Recereating classics seems to be the latest fad in Bollywood. Following the success of âDevdasâ, most production houses are recreating old success stories. The recent âDonâ, âShivaâ, and the upcoming âSholayâ are classic examples.
Based on Mirza Muhammad Hadi Ruswaâs novel, the film is a tale of Umrao Jaan Ada, a royal courtesan in 19th century Lucknow. Kidnapped and sold at a tender age from a lower class family, Ameeran (Aishwarya Rai), is rechristened as Umrao by the brothel owner Shabana Azmi (Khanum Jaan). Therein begins Umraoâs journey into the magnificient world of elegance and flair, where her job is to entertain regal clients with her dance and poetic skills.
Comparisons to the original adaptation of âUmrao Jaanâ starring Rekha are obvious, but this version holds it own and is not a frame-by-frame remake.
However the film does have its share of flaws. J.P. Dutta goes completely overboard with the development of his subplots. Nothing is left to imagination. He has paid a great level of attention to the intricacies of the film, and most of the running time is spent elaborating on those aspects. We have seen films of this grandeur in the past, with âDevdasâ taking the lead, and âUmrao Jaanâ offers little more.
While âUmrao Jaanâ is essentially a tragedy that leads to her destitution, we donât see her enjoying her existence. Unlike the original, there seems to be little to be upbeat about living in those times.
The locales of Lucknow and art direction are perfect. Choreography by Vaibhavi Merchant is a visual treat. However the cinematography by A. Bose appears amateur in certain settings. The constant use of quick zooms to exacerbate emotions detracts from any suggested subtleties in the film.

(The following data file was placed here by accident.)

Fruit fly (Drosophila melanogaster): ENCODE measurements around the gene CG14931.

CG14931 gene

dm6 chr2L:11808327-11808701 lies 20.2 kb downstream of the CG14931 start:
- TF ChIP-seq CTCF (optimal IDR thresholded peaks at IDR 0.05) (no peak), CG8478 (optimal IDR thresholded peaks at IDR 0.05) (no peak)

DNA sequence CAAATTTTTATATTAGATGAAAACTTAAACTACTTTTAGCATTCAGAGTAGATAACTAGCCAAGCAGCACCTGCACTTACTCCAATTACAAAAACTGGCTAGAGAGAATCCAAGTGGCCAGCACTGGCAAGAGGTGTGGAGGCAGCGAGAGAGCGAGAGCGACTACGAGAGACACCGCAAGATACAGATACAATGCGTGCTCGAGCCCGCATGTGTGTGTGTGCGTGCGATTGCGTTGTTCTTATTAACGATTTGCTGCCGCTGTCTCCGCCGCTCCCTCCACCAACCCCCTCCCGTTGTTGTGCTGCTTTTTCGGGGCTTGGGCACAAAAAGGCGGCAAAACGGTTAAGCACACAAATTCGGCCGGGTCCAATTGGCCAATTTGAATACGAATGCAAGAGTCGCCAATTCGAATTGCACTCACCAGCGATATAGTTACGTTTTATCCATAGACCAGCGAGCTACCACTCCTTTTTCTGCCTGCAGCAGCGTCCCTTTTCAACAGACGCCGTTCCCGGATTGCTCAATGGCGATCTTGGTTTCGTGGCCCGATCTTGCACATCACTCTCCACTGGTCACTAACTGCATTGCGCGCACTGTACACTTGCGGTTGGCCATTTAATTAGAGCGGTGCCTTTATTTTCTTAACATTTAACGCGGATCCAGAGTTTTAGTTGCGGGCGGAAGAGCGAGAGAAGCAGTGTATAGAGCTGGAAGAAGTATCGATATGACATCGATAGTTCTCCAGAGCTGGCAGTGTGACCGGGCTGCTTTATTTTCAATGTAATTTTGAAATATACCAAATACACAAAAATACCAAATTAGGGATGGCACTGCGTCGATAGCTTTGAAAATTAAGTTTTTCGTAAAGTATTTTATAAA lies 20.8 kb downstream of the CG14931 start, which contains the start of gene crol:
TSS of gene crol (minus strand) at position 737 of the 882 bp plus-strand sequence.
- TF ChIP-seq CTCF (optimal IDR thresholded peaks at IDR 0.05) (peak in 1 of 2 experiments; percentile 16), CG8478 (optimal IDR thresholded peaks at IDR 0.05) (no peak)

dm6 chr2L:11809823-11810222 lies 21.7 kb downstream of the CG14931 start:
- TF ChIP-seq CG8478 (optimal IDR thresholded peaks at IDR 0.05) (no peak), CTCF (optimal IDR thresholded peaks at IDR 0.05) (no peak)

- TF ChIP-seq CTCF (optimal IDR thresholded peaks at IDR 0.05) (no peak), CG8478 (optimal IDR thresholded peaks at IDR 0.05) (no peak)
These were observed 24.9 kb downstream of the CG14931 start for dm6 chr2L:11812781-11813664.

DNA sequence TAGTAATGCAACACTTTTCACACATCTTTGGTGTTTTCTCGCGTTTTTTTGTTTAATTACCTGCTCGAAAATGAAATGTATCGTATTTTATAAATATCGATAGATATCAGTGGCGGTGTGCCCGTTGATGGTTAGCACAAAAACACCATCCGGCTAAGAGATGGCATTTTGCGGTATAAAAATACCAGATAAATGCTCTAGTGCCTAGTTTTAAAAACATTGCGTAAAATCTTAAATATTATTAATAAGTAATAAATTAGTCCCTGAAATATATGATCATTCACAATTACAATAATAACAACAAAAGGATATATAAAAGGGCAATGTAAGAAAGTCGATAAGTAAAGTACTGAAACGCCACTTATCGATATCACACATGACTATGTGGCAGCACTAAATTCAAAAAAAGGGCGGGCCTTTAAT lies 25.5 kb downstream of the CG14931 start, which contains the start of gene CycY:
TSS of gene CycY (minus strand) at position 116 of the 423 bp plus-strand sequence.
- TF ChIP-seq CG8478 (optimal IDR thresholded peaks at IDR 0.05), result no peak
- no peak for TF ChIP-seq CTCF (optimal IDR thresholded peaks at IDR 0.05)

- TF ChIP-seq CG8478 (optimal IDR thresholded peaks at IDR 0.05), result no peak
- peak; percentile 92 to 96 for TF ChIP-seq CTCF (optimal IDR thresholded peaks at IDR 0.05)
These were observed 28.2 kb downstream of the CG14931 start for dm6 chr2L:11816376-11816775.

Notwithstanding some scenes are stellar and noteworthy.
â˘ Umrao revisiting her parentâs home and their refutable response;
The music, barring âSalaamâ and âDekha Tujhe Kuchâ, is a little bland and gets repetitive. Alka Yagnikâs high pitched renditions certainly arenât a treat for Dolby Digital surround cinemas.
Displaying the right amount of poise and beauty, Aishwarya is dazzling and convincing in a role originally essayed by Rekha. Not only is she aesthetically pleasing, but this performance should also clear any nuances of her performances being inert. Her fragile image, mannerisms and dialect - all add to the charm of âUmrao Jaanâ. Having played characters of this era before in âDevdasâ and âChoker Baliâ, Aishwarya exudes confidence yet again.
Abhishek Bachchan performs functionally as the aristocratic Nawab Sultan. His character is underdeveloped and his performance is a little more than a special appearance. His on-screen chemistry with Aishwarya is evident (and it is obvious he was cast to cash in on their current pairing).
Shabana Azmi is as always flawless. Exuding pomposity and dignity, Azmi is caste appropriately as the royal priestess. Her confrontation with Abhishek Bachchanâs character in the pre-interval portion is compelling.
Suniel Shetty as always delivers an underrated performance as Faiz Ali, who is infatuated by Umrao. Divya Dutta and Ayesha Jhulka impress as the competitive sisters. Puru Rajkumar is completely miscast as the brothel pimp, Gauhar Mirza, and frankly his character is unnecessary.
It is not easy to recreate history on celluloid â be it a book or a film. âUmrao Jaanâ has everything going for it: a celebrated cast, robust performances, and stunning visuals. But J.P. Duttaâs attempt only partly succeeds.